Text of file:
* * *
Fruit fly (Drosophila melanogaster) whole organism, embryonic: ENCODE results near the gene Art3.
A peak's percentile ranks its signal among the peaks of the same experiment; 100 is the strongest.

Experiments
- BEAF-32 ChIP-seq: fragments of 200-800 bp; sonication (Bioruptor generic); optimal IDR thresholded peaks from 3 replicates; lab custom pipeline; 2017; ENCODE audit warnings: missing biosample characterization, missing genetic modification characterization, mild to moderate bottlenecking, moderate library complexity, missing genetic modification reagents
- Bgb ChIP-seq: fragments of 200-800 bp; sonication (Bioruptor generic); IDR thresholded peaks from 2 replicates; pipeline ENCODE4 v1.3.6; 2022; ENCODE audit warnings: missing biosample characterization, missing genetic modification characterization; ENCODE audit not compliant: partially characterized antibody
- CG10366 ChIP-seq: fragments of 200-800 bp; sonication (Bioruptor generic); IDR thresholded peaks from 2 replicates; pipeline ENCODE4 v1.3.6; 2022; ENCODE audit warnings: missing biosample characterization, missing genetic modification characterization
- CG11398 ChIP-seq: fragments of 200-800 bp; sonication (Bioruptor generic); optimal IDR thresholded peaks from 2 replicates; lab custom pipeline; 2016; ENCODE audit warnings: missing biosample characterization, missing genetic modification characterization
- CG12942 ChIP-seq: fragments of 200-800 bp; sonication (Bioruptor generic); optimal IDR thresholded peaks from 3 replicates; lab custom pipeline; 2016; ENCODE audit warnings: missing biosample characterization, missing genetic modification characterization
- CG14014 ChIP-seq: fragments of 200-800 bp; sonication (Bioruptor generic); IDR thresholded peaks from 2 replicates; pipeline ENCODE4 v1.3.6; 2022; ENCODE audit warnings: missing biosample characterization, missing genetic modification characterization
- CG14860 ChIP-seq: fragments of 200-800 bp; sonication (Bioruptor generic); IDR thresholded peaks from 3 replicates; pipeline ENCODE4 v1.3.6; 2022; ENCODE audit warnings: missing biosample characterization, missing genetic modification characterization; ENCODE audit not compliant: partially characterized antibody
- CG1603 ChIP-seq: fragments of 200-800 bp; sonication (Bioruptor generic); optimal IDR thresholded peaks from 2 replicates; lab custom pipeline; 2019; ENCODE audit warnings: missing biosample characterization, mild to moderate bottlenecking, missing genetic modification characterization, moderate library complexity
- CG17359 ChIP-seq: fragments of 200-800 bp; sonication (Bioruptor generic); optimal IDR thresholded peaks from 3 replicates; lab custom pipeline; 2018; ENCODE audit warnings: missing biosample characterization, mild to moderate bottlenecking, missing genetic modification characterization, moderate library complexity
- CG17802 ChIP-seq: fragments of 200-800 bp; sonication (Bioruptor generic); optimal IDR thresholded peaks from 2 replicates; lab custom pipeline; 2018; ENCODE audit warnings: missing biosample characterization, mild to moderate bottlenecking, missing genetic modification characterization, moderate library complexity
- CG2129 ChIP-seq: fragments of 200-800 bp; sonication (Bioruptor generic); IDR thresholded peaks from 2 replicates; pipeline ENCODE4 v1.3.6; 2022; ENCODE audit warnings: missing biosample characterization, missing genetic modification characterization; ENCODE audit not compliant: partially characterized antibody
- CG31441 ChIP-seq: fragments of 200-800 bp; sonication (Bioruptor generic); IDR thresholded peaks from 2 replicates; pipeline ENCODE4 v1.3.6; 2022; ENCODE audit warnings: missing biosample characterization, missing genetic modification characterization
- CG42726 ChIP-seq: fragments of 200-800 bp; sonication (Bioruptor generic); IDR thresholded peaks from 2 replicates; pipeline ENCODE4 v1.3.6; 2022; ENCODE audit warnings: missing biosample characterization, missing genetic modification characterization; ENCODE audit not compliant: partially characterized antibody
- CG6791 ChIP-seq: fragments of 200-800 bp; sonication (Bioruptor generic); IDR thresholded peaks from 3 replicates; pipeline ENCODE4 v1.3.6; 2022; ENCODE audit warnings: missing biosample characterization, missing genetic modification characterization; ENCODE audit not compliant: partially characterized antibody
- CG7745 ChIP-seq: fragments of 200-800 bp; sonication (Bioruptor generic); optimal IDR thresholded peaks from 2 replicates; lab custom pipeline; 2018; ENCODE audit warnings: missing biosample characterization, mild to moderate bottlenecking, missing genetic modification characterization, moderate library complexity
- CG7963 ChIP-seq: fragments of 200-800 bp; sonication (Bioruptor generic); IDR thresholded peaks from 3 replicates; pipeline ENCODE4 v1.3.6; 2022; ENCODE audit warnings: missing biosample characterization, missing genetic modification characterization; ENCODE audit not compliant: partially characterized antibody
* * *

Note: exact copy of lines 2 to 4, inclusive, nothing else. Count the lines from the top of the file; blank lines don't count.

A peak's percentile ranks its signal among the peaks of the same experiment; 100 is the strongest.

Experiments
- BEAF-32 ChIP-seq: fragments of 200-800 bp; sonication (Bioruptor generic); optimal IDR thresholded peaks from 3 replicates; lab custom pipeline; 2017; ENCODE audit warnings: missing biosample characterization, missing genetic modification characterization, mild to moderate bottlenecking, moderate library complexity, missing genetic modification reagents